- Associated Press - Thursday, April 14, 2011

ABIDJAN, Ivory Coast | Teams of Red Cross workers shoveled charred corpses into bags in Ivory Coast’s main city Thursday while U.N. peacekeepers gathered weapons hidden in basements, throwing them into dump trucks for disposal.

A coalition of aid agencies on Thursday said the West African country had descended into a humanitarian disaster with hundreds of thousands at risk without urgent international assistance.

More than a week of heavy fighting turned a city once known as the Paris of West Africa into one of deprivation, fear and death. The urban warfare culminated in the arrest Monday of strongman Laurent Gbagbo.

Now President Alassane Ouattara’s first order of business is to get Abidjan functioning again.

“We need to secure the country, notably Abidjan,” Mr. Ouattara said Wednesday at his first news conference. “There are still arms caches, but we will get rid of them with our allied forces. … These weapons will be gathered and burned.”



Now that fighting has ceased in many parts of the largest city, the people who stayed in Abidjan have begun leaving their homes for the first time in more than two weeks.

U.N. spokesman Hamadoun Toure said Thursday that dozens of U.N. vehicles went through Abidjan as part of a peace parade led by Choi Young-jin, head of the U.N. peacekeeping mission.

“We are doing a peace parade throughout the city to assess the improvement in the security situation. We are encouraging people to return to normal,” Mr. Toure said.

More than 1 million civilians fled their homes amid the fighting, which also shut down the economy of the cocoa-producing powerhouse.

Oxfam’s humanitarian manager in Liberia, where about 135,000 Ivorians have fled, said “many refugees we are working with are too afraid to return home anytime soon.”

In some areas, violence continued. A resident of Micao in the industrial zone of Abidjan’s Yopougon suburb said Thursday that forces fighting for Mr. Ouattara, called Republican Forces, were coming to the area at night and dragging out people identified as former soldiers in the defeated army that was accused of turning heavy weapons on civilians. They then shot them, the resident said on condition of anonymity for fear of reprisal.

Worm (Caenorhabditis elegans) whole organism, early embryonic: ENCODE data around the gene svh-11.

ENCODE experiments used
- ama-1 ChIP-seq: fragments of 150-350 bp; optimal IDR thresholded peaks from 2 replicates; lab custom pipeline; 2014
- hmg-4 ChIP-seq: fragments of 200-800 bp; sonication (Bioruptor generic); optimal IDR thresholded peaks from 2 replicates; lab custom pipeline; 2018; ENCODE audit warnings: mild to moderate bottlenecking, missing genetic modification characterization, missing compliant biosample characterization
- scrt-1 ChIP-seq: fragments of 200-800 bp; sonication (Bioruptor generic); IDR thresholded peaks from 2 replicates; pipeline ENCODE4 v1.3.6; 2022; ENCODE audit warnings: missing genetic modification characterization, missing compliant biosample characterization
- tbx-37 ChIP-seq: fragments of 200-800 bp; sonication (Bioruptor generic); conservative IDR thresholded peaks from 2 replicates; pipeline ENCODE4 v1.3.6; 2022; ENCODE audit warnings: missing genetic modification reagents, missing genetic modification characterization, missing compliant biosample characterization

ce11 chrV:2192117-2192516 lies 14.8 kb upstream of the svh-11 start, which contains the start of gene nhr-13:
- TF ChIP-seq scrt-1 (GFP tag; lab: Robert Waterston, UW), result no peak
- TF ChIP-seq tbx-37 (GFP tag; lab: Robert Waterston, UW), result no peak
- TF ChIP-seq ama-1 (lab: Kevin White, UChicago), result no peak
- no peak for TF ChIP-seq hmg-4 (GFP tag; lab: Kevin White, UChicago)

She said she had found three bodies in an empty plot near her home, and she knew the dead men as soldiers.

On Thursday, soldiers continued firing into the air to scare people, she said, adding that when people flee their homes they are then looted. She said that until that morning, people had been walking around within the neighborhood as they were too scared to go past the roadblocks set up by Mr. Ouattara’s forces that led into other parts of the suburb. Cars also were being stolen, she said.

On Wednesday, a French patrol stopped at the house of Mr. Gbagbo’s last prime minister, Ake N’Gbo. Looters ran out of the gates with their hands in the air, some grasping bottles of wine. Once inside, the patrol found two cases of rockets, two cases of shotgun shells and two cases of banana-shaped magazines for Kalashnikov assault rifles.

The day before, at a residence nearby, the cache had been much larger: more than 500 cases of mines, mortars and .50-caliber machine gun bullets.

“We’ve found considerable quantities of arms,” said Maj. Frederic Daguillon, spokesman for the 1,700-member French Licorne Force in Ivory Coast. “But it’s not us who takes care of them, it’s the U.N.”

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